The Callahan Report: Dover 'Crash-Festival' Could Put IRL in Jeopardy
20 July 1998
By Terry Callahan
The Auto Channel
DOVER, DE: The Pep Boys Indy Racing League went to Dover Downs with hopes of putting on an exciting show of talent and speed. Instead, the league may have signed its own death warrant.
When the dust settled in "The First State" on Sunday, there was a multitude of junk lying in the infield. Nearly half of the twenty-two cars which began the race were trashed. It was not a pretty picture considering the next IRL race will be contested within six days.
The concrete surface at Dover proved to be too rough for the Indy Cars. Many of the cars broke, causing their pilots to crash violently into the walls. The race in Dover could be the downward turning point in the short history of the Indy Racing League. The Pep Boys IRL had hoped to venture into another NASCAR hotbed Sunday. Instead, some of the car owners may be applying for food stamps Monday morning. Most teams are in serious need of sponsor dollars.
The drivers who saw the checkered flag at Dover didn't finish the race. They survived it. The concrete surface on "The Monster Mile" was jarring.
Scott Sharp was the eventual winner of the Dover Demolition Derby. Sharp commented, "After 40 laps, my hands were tired, and I knew why they call it the Monster Mile....and then I thought about it and realized I still had 208 (laps) to go." He continued, "I kept telling myself, `You can't get too tired,' and I was just holding on, trying to deal with the bumps and trying to figure out where second place was."
Sharp, who won his third Pep Boys IRL event on Sunday, had his share of close calls. He thought his day was over when polesitter Tony Stewart made a pass on the outside. Sharp nearly lost control as Stewart was making the pass. "I thought maybe both of us would crash," Sharp commented. "But he saw me more than I saw him, he steered up high and we got through it without causing a mess."
Buddy Lazier, the winner of the 1996 Indy 500, was the "survivor" in second place. Lazier said after the race, "All of my teeth are hurting. You can't use a mouth guard because you can't breath."
The rough racing surface took Tony Stewart out of the running. He didn't crash, but he had unique problems as a result of the constant vibrations produced by the track. Stewart said, "It was so bumpy out there ... it shook the dash loose, and the dash was laying in my lap. We came in three or four times to tape the dash back."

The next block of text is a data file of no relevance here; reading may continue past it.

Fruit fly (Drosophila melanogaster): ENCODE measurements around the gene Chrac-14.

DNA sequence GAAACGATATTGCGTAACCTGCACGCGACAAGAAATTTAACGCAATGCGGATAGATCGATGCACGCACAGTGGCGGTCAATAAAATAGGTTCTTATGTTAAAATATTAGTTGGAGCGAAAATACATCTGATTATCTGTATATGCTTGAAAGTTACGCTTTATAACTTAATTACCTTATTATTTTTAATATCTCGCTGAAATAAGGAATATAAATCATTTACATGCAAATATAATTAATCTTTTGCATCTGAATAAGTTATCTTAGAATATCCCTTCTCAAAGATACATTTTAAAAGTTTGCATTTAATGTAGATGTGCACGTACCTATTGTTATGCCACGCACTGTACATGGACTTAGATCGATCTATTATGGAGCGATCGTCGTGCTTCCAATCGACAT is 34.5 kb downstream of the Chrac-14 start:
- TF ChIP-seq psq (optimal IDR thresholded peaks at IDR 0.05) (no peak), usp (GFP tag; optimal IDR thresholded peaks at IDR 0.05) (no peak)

Rookie Steve Knapp, who took over as the driver for PDM Racing, suffered the most serious incident of the day. Knapp's car broke loose in one of the rough turns and went hard into the wall. His crash looked like a carbon copy of the others in the race. Knapp was air-lifted to a local hospital for treatment.
The Monster Mile was not selective. She took her toll on veterans and rookies. Arie Luyendyk was just another name on the crash list. He joined names like 1998 Indy winner Eddie Cheever, bright star Greg Ray, Jeff Ward, and Robby Unser. In all, nine Indy cars were destroyed during the racing weekend.
The IRL has thrilled fans in racing centers such as Indiana, North Carolina and Texas. The racing, with the exception of Dover, has been close, competitive, and exciting.
In order to have a successful racing series, there needs to be an abundance of cars on the track. Fans come to watch the drivers battle for first place and last place. The Dover race will have a direct effect on the car count at Charlotte. The IRL car owners already have aching wallets. There is simply not enough time and money for some of the teams to repair their damaged equipment in time for the Charlotte race.
The equation is simple. Fewer cars=fewer spectators=fewer sponsors. It would be a shame to see the all oval open wheel series disappear due to a lack of funding. If the series does die, it will be because of a lack of funding.....not a lack of talent.
Last year in Charlotte, the racing action kept fans on their feet watching the wheel-to-wheel, high- speed action. When the IRL puts on their show under the lights in Charlotte on Saturday night, the action will be hot once again, with one difference from last year.......after the carnage at Dover, there will be less traffic.